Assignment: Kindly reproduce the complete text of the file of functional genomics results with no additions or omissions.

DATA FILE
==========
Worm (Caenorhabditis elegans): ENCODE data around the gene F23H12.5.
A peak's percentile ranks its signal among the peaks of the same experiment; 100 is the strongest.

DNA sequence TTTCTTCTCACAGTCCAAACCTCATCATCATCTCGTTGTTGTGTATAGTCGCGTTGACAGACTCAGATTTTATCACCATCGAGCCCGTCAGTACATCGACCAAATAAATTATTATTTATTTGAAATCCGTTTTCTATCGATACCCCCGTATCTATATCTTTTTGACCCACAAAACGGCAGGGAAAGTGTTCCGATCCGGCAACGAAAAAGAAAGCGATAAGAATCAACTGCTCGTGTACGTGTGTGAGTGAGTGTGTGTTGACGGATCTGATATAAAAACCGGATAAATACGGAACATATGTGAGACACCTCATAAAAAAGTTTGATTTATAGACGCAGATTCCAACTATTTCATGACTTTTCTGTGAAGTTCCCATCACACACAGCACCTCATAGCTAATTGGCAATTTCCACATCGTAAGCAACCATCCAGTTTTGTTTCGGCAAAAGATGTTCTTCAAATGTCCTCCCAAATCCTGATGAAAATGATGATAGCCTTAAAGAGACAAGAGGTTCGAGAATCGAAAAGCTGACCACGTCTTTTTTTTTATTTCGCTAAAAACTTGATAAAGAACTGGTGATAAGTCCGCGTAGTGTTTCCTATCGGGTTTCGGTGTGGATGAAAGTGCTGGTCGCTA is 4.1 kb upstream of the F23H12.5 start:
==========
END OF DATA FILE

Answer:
Worm (Caenorhabditis elegans): ENCODE data around the gene F23H12.5.
A peak's percentile ranks its signal among the peaks of the same experiment; 100 is the strongest.

DNA sequence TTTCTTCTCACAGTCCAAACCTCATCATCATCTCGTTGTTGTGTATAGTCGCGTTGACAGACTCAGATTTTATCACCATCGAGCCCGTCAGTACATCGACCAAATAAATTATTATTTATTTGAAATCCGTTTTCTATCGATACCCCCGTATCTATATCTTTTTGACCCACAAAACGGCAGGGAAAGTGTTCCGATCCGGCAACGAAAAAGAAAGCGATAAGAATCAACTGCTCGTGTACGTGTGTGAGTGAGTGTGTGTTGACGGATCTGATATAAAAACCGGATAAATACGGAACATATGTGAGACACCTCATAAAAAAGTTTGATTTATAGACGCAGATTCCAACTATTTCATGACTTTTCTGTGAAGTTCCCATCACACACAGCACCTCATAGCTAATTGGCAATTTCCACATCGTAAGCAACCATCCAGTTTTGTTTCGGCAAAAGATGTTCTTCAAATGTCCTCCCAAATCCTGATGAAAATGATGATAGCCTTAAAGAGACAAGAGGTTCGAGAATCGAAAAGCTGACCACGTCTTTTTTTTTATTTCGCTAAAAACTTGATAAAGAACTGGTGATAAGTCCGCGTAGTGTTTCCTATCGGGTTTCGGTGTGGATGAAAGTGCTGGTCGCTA is 4.1 kb upstream of the F23H12.5 start: